By Jeff Murphy, September 22, 2023
Author and educator Flower Darby, right, enjoys a light-hearted moment showing off a dance move to her audience as University of Central Missouri Faculty Senate President Daniel Wilcott offers technical support during the Faculty Senate Teaching and Learning Conference at UCM.
WARRENSBURG, MO – While talking about “Small Teaching Strategies to Help Students Engage and Learn,” author and educator Flower Darby encouraged University of Central Missouri faculty members to nurture their own health and emotional well-being as a way to maintain their motivation for teaching and building connections with students.
“What I want to argue today is that you have an amazing opportunity in front of you. You are the key to your students’ ability to engage and learn but only if you are doing okay yourself. It’s really hard to help our students if we are feeling low,” she told a large group of faculty members during her remarks on Sept. 18 in the ballroom of the Elliott Student Union.
Darby, who has more than 25 years of experience in higher education, and is the co-author of the book, “Small Teaching Online: Applying Learning Science in Online Classes,” was the keynote speaker for UCM’s second annual Faculty Senate Teaching and Research Conference. With the theme, “Strengthening Our Practice: Empowering Our Students,” the one-day event provided numerous breakout sessions, and around-the-table discussions led by faculty members designed to foster ideas and strategies for educators.
The Teaching and Research Conference was sponsored by the Faculty Senate and the Office of the Provost and Vice President for Academic Affairs. Provost Phil Bridgmon spoke briefly to the gathering shortly before Darby’s remarks. He noted that each registered faculty member who attended the event would receive $500 in professional development funding for their participation. Bridgmon als thanked the Faculty Senate Teaching and Research Conference Committee for coordinating the event.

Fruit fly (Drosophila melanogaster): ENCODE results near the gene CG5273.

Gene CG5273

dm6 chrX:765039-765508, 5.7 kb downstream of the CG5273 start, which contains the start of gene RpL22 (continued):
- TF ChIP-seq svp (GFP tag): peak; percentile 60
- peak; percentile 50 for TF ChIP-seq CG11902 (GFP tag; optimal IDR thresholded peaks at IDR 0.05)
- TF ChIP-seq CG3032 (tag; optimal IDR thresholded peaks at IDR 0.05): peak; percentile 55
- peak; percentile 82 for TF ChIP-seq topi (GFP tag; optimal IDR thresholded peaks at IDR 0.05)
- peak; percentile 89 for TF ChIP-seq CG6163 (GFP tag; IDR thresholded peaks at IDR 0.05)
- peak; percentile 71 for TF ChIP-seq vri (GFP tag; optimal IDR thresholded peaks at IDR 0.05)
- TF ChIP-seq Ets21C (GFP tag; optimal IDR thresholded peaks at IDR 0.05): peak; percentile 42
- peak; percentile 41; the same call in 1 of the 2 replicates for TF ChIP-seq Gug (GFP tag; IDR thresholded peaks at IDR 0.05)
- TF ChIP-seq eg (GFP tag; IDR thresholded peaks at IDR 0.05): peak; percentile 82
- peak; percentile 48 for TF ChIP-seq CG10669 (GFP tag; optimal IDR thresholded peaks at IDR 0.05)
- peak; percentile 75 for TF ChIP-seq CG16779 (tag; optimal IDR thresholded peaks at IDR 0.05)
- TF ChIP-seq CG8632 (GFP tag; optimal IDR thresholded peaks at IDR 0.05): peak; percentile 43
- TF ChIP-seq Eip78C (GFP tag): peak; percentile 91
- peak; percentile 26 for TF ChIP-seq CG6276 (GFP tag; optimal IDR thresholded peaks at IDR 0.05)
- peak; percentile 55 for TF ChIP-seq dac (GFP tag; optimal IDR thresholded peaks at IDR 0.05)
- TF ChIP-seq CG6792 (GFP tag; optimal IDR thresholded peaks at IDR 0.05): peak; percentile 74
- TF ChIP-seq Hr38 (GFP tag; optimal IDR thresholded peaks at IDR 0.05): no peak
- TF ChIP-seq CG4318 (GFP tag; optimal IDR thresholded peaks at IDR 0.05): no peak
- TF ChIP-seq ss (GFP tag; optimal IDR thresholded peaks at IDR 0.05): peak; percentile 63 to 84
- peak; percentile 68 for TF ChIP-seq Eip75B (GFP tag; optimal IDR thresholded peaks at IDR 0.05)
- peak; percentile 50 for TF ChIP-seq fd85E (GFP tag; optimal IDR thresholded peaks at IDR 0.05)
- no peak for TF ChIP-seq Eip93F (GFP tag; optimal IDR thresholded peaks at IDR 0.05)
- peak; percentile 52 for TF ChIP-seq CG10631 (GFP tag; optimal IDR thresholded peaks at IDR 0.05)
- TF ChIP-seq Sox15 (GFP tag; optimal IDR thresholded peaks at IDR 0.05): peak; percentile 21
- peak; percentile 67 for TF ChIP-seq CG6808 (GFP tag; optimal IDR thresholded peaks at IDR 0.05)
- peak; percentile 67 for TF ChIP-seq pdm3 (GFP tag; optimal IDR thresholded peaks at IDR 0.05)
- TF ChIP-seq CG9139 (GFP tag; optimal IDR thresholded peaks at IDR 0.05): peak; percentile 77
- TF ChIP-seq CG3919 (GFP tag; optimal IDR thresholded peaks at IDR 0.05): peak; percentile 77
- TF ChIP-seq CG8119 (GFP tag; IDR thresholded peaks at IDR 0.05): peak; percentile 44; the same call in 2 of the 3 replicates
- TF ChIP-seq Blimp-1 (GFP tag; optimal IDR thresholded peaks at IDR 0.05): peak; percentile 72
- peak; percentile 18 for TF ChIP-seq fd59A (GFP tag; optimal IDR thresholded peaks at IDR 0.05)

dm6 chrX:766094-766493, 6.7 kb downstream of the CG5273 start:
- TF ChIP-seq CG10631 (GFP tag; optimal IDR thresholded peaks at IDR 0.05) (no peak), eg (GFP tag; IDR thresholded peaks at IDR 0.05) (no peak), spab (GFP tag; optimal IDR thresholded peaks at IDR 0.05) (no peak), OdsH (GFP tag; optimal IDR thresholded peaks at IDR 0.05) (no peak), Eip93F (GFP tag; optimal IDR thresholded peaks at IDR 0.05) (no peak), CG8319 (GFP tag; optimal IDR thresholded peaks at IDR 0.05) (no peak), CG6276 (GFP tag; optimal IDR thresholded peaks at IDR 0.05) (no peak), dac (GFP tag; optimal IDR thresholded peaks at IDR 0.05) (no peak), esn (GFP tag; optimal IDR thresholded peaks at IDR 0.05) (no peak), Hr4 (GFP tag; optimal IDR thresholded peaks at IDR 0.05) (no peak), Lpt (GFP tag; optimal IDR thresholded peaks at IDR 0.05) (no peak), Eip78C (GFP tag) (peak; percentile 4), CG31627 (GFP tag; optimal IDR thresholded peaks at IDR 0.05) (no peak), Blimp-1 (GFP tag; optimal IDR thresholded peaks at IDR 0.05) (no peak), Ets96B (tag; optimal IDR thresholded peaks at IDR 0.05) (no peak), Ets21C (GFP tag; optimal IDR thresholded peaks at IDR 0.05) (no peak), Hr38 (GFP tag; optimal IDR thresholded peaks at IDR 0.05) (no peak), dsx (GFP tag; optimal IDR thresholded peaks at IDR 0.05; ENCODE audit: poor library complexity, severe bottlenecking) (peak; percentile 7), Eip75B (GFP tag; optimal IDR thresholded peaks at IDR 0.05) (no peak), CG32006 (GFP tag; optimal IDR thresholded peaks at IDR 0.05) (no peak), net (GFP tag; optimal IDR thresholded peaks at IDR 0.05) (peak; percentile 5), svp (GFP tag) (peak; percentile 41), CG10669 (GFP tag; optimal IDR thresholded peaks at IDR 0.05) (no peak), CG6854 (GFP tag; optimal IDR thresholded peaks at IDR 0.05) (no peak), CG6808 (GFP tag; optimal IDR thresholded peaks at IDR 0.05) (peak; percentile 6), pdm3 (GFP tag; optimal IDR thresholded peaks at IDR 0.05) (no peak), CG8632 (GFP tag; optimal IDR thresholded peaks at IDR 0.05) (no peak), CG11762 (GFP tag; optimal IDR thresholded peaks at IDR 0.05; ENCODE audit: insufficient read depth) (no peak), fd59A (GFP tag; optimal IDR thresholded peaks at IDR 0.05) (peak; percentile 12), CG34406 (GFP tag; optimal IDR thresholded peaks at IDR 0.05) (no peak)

“I’m looking forward to the ideas because I think small can lead to something big and significant,” Bridgmon said connecting the events of the day with Darby’s presentation topic.
In her presentation, Darby said before a teacher can expect to motivate and empower their students, they need be aware of their own health and emotional status. She pointed out that there has been much written recently about the busy work culture that exists in the teaching profession.
“Let’s face it, we live in a systematic culture that prizes overwork. If we are sitting in this room, we are probably overachievers by nature,” she said, “Those of us who chose to pursue this as a career, we tend to value hard work, and sometimes in different seasons of our life we thrive on that hard work, but it is really easy to lose site of the need to nurture our own well-being.”
She said teachers need to give themselves “permission to rest.” Part of the small teaching philosophy is that they should not “attempt to do everything all at once.” If they take away ideas from the conference that resonate with them, for example, they should implement them but don’t overwhelm themselves. It is okay to take a break from productivity.
“A colleague reminded me it’s also good to have time with family and friends, but you need some ‘me time’ whether that is exercise, meditation or sitting outside in the beautiful weather,” Darby said.
She also spoke about various strategies a professor can employ in the classroom to help students better connect with them as a person. According to Darby researchers have found that this is important in building a student’s intrinsic motivation to learn.
“Can you imagine getting your students’ minds to think ‘Hey, I really want to do this work because it is rewarding, it’s important, and I see the value of it,’” she remarked.
Darby also spoke about the benefits of helping students to feel competent and confident in their ability to complete a task, and building autonomy so that they perceive they have a degree of control over what is happening within the context of their learning environment. These efforts help build a student’s intrinsic motivation, which is necessary before students will engage in the learning process.
Among many other suggestions to enhance the learning experience, Darby emphasized educators should proactively look for ways to design their classes to help all students to be successful, regardless of their social identities, their current life circumstances, backgrounds, or disabilities, “because no two people learn the same.”